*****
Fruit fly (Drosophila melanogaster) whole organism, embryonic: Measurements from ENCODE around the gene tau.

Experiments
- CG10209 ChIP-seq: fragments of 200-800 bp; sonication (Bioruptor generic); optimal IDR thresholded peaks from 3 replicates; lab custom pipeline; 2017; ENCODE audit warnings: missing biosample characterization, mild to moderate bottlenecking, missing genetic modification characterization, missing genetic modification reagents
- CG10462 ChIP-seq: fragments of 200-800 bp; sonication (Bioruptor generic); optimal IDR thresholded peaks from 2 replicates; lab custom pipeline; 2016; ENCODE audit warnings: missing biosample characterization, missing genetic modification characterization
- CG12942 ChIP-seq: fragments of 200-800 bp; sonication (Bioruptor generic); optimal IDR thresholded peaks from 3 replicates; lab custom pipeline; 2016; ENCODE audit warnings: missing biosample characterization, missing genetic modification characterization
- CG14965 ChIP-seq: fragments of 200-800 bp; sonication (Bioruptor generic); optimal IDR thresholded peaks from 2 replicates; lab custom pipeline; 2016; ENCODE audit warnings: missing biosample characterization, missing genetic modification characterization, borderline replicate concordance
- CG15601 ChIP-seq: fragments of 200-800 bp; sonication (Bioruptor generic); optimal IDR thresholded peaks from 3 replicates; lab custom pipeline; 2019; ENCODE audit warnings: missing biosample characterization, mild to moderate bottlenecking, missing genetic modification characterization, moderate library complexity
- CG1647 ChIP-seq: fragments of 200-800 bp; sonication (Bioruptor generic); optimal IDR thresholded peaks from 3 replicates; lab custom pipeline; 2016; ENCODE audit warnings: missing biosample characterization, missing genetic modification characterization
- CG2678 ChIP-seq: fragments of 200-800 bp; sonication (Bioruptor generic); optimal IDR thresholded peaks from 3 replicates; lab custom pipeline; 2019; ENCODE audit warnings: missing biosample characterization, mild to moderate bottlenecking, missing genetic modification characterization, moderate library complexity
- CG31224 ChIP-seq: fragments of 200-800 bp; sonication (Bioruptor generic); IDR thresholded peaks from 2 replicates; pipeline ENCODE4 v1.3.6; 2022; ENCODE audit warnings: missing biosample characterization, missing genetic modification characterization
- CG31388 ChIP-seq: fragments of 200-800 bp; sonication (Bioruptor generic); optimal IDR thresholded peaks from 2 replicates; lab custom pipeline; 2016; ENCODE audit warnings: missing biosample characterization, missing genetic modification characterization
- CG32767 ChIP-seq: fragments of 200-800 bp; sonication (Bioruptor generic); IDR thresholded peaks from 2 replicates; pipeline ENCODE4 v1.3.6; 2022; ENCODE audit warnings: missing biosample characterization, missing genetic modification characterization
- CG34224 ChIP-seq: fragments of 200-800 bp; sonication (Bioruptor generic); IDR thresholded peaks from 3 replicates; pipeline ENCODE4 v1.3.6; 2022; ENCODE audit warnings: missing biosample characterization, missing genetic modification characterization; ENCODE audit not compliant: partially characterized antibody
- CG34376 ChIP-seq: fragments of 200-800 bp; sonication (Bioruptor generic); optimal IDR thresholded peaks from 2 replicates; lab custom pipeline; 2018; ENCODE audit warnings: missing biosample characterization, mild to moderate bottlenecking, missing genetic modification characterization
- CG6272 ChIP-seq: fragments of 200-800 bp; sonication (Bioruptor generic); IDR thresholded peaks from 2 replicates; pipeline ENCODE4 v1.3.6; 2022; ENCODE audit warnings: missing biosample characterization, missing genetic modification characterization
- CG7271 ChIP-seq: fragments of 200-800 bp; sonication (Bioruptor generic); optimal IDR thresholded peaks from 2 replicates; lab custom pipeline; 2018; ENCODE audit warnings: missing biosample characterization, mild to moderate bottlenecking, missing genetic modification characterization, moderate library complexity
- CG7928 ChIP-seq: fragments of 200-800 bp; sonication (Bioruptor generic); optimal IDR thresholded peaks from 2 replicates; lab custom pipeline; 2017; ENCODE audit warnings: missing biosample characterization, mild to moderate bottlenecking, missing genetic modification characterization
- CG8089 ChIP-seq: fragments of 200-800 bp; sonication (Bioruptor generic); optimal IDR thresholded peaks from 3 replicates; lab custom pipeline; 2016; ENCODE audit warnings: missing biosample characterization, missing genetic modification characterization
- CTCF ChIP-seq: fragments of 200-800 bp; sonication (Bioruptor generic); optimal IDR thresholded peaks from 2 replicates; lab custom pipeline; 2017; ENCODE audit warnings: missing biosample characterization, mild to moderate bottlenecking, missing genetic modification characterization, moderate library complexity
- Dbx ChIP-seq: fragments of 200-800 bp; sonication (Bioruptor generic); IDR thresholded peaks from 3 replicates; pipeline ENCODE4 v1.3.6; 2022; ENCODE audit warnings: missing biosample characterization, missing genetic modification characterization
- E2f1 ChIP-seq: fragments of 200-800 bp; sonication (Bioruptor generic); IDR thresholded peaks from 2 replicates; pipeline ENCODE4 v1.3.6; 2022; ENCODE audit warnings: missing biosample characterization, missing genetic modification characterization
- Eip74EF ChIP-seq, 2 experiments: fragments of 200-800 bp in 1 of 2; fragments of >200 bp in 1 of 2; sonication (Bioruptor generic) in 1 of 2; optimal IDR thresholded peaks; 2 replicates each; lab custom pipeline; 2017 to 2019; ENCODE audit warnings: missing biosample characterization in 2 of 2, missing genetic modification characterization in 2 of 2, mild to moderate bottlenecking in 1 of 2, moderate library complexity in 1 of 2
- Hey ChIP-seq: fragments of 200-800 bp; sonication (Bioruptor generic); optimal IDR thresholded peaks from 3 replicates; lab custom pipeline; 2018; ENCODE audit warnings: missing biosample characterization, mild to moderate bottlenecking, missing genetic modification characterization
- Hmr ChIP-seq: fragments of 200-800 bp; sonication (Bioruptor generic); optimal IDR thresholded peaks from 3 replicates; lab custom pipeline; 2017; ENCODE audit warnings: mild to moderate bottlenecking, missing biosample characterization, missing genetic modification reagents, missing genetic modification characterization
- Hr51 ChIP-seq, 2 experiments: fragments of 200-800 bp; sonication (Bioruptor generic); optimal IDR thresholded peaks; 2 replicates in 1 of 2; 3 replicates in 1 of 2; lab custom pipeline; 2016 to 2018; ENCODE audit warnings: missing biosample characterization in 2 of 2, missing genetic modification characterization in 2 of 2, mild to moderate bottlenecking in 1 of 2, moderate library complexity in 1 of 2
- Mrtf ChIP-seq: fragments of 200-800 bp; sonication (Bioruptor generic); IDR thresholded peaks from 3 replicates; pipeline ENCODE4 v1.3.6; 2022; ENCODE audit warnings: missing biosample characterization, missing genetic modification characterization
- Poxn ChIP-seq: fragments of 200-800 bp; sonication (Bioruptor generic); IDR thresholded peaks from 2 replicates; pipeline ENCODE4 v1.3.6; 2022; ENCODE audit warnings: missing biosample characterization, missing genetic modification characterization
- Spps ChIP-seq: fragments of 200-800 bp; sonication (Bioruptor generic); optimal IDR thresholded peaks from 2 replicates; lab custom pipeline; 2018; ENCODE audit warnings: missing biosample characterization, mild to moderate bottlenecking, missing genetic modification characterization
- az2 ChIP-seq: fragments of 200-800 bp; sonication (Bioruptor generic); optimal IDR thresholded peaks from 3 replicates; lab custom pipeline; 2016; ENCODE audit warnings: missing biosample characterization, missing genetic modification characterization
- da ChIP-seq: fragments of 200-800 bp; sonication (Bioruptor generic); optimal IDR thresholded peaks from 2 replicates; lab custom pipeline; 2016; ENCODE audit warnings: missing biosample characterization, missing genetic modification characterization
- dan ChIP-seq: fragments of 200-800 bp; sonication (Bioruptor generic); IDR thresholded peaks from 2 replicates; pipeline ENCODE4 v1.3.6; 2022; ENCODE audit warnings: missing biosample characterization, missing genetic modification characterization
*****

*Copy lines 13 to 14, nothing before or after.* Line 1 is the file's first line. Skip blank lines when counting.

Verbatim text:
- CG34224 ChIP-seq: fragments of 200-800 bp; sonication (Bioruptor generic); IDR thresholded peaks from 3 replicates; pipeline ENCODE4 v1.3.6; 2022; ENCODE audit warnings: missing biosample characterization, missing genetic modification characterization; ENCODE audit not compliant: partially characterized antibody
- CG34376 ChIP-seq: fragments of 200-800 bp; sonication (Bioruptor generic); optimal IDR thresholded peaks from 2 replicates; lab custom pipeline; 2018; ENCODE audit warnings: missing biosample characterization, mild to moderate bottlenecking, missing genetic modification characterization